With Monroe riding hot hand, Tech men hit the road for GLIAC games
HOUGHTON — Michigan Tech’s Kyle Monroe was always projected to be one of the top players in the GLIAC. But in eight games, he’s been one of the best in the nation.
Monroe is third in the country in points per game (25.9) while shooting 54 percent overall and 49 percent from 3-point range. He’s always shown the ability to score, averaging 19 points as a freshman and 20 as a sophomore, but is doing it at his most efficient pace, yet.
To his teammates and coaches, his success so far is no surprise.
“We know how talented he is offensively; we see it every day in practice,” Tech assistant coach Josh Buettner said. “He’s been scoring for us since the day he stepped on campus.
“We know teams will start to throw two or three guys on him, just something to make someone else completely beat you.”
The Grand Valley State Lakers (3-5, 0-2 GLIAC) will attempt to stop Monroe and the Huskies (5-3, 2-0 GLIAC) tonight at 6 p.m. at the DeltaPlex Arena in Grand Rapids. Tech will then finish the road trip with its first-ever meeting at Purdue-Northwest (0-7, 0-2 GLIAC) on Saturday at 4 p.m.
Monroe is also near the top of the GLIAC in another category: minutes per game. His 35 minutes a night is just 0.4 behind Ashland’s Ben Haraway for tops in the league. That’s one stat the Tech staff wouldn’t mind seeing decrease as the season goes forward.
“We try to (lower his minutes) every game,” Buettner said. “We get done and say that we have to rest him. It’s just hard. We’ve been getting him some rest in the first half, but in the second half, it’s just hard taking a kid like that out of the lineup.
“Hopefully we’ll do it. Right now, we’re just trying to rest him more in practice and take some of the beating off him. Hopefully, the recovery comes from that.”
Tech is also monitoring the recovery of sophomore point guard Tommy Lucca. The reigning GLIAC Freshman of the Year has missed the last seven games due to a knee injury. He had surgery on Friday, but there is still no timetable for his return.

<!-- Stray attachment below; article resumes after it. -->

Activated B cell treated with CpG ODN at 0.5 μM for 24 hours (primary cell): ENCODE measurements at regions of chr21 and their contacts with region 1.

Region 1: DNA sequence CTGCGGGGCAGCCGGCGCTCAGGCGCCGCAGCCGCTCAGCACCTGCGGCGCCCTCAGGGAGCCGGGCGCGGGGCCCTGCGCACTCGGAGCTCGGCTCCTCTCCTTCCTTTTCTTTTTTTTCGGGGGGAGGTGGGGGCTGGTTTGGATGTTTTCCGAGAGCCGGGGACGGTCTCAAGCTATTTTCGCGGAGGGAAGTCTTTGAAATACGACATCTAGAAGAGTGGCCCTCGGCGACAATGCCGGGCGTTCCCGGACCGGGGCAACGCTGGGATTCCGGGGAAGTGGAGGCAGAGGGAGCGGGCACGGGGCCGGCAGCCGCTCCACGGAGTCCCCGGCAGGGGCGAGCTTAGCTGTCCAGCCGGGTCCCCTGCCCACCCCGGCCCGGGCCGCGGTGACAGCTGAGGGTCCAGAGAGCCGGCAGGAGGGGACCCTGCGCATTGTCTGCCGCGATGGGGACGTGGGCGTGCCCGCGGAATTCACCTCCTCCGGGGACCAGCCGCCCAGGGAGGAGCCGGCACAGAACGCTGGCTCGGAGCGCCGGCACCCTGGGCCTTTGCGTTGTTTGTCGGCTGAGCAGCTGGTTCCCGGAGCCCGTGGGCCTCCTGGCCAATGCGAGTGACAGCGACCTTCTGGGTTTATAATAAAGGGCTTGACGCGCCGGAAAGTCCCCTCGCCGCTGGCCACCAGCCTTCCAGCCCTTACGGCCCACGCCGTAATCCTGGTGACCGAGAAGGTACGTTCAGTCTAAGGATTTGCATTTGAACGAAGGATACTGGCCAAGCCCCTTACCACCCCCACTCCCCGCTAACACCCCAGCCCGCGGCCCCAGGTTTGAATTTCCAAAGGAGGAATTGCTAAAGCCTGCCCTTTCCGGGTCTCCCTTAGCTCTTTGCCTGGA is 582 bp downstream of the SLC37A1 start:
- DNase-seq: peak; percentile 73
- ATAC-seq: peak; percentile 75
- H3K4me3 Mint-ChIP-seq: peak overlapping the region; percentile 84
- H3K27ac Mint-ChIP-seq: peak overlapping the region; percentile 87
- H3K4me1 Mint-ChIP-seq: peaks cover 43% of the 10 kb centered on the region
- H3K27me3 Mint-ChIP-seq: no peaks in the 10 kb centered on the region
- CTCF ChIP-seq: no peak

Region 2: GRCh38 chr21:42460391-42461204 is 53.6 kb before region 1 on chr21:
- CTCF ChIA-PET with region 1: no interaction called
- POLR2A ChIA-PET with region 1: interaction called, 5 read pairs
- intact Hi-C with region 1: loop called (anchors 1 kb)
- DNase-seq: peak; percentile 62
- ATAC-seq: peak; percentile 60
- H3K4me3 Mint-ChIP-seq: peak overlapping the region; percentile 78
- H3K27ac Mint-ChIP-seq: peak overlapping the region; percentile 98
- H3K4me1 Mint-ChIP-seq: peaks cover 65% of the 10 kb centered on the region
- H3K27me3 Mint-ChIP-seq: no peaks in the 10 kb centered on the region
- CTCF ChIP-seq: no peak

“We’re hoping sometime in the near future, at least after Christmas,” Buettner said of Lucca returning. “Hopefully he heals quick. Everybody’s body is different, so we’ll see what happens.”
In his place, redshirt freshman Isaac Appleby has averaged 10 points and three assists per game. Tech’s offense hasn’t suffered from a new point guard, as the team ranks fourth in the nation in turnovers per game (8.6) while leading the GLIAC.
Appleby had his jumper working in an 87-70 win over Northwood on Saturday, finishing with 20 points on 6 of 9 shooting (3 of 3 from 3).
“Isaac’s jump shot was filthy,” Monroe said after the Northwood win. “The shimmy shake he does coming off the ball screen, he hits it a thousand times in practice … He really got to showcase it, and I was really happy for him.”
In addition to turnovers, Tech leads the GLIAC in free-throw (76 percent) and 3-point shooting (44 percent). But the Huskies are last in rebounds (30), which could pose a problem when facing GVSU — the top rebounding team in the league (41.4). GVSU’s Chris Pearl (6 rebounds) and Justin Greason (5) lead the Lakers on the boards.
“We’re just preaching that it has to be a collective effort,” Buettner said. “Greason is a horse down there. A.J. (Grazulis) and Ryan (Schuller) are going to have their hands full just trying to keep him somewhat boxed out.
“It’ll be critical for the guards to help our bigs on the boards. Gotta be a team effort, and that’s the only way to look at it. They’re bigger and more athletic than us, so we have to do it as a team.”
Tech wraps up the trip against struggling Purdue-Northwest, who has been outscored on average 88-68 while shooting a league-worst 39 percent. Opponents have managed to convert shots at a 51 percent clip against the Pride, second-worst in the GLIAC.